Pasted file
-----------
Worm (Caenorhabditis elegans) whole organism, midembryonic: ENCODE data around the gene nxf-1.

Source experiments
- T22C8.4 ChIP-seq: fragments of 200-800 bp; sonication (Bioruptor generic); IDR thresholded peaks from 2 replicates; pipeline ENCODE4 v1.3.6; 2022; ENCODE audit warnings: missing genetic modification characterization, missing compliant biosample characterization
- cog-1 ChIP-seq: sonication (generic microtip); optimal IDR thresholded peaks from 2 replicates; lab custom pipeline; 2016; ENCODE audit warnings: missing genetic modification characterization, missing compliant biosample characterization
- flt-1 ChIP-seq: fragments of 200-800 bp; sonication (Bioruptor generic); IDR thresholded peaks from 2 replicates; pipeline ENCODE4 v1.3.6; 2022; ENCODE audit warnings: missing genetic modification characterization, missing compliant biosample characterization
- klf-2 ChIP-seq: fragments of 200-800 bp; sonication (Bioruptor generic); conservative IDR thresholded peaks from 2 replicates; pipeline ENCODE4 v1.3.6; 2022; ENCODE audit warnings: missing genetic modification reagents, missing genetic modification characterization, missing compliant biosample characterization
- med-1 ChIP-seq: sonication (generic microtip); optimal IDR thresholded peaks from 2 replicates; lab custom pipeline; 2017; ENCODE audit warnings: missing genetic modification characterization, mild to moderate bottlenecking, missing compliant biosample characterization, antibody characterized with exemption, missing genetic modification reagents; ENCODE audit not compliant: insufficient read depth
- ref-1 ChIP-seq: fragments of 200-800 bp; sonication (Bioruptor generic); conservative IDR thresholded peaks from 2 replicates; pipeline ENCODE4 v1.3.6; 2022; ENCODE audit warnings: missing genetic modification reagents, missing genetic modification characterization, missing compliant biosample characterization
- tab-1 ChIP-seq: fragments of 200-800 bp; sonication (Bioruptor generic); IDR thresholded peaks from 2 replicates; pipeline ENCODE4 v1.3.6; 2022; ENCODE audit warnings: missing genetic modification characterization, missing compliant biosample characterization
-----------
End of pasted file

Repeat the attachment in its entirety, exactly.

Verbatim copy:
Worm (Caenorhabditis elegans) whole organism, midembryonic: ENCODE data around the gene nxf-1.

Source experiments
- T22C8.4 ChIP-seq: fragments of 200-800 bp; sonication (Bioruptor generic); IDR thresholded peaks from 2 replicates; pipeline ENCODE4 v1.3.6; 2022; ENCODE audit warnings: missing genetic modification characterization, missing compliant biosample characterization
- cog-1 ChIP-seq: sonication (generic microtip); optimal IDR thresholded peaks from 2 replicates; lab custom pipeline; 2016; ENCODE audit warnings: missing genetic modification characterization, missing compliant biosample characterization
- flt-1 ChIP-seq: fragments of 200-800 bp; sonication (Bioruptor generic); IDR thresholded peaks from 2 replicates; pipeline ENCODE4 v1.3.6; 2022; ENCODE audit warnings: missing genetic modification characterization, missing compliant biosample characterization
- klf-2 ChIP-seq: fragments of 200-800 bp; sonication (Bioruptor generic); conservative IDR thresholded peaks from 2 replicates; pipeline ENCODE4 v1.3.6; 2022; ENCODE audit warnings: missing genetic modification reagents, missing genetic modification characterization, missing compliant biosample characterization
- med-1 ChIP-seq: sonication (generic microtip); optimal IDR thresholded peaks from 2 replicates; lab custom pipeline; 2017; ENCODE audit warnings: missing genetic modification characterization, mild to moderate bottlenecking, missing compliant biosample characterization, antibody characterized with exemption, missing genetic modification reagents; ENCODE audit not compliant: insufficient read depth
- ref-1 ChIP-seq: fragments of 200-800 bp; sonication (Bioruptor generic); conservative IDR thresholded peaks from 2 replicates; pipeline ENCODE4 v1.3.6; 2022; ENCODE audit warnings: missing genetic modification reagents, missing genetic modification characterization, missing compliant biosample characterization
- tab-1 ChIP-seq: fragments of 200-800 bp; sonication (Bioruptor generic); IDR thresholded peaks from 2 replicates; pipeline ENCODE4 v1.3.6; 2022; ENCODE audit warnings: missing genetic modification characterization, missing compliant biosample characterization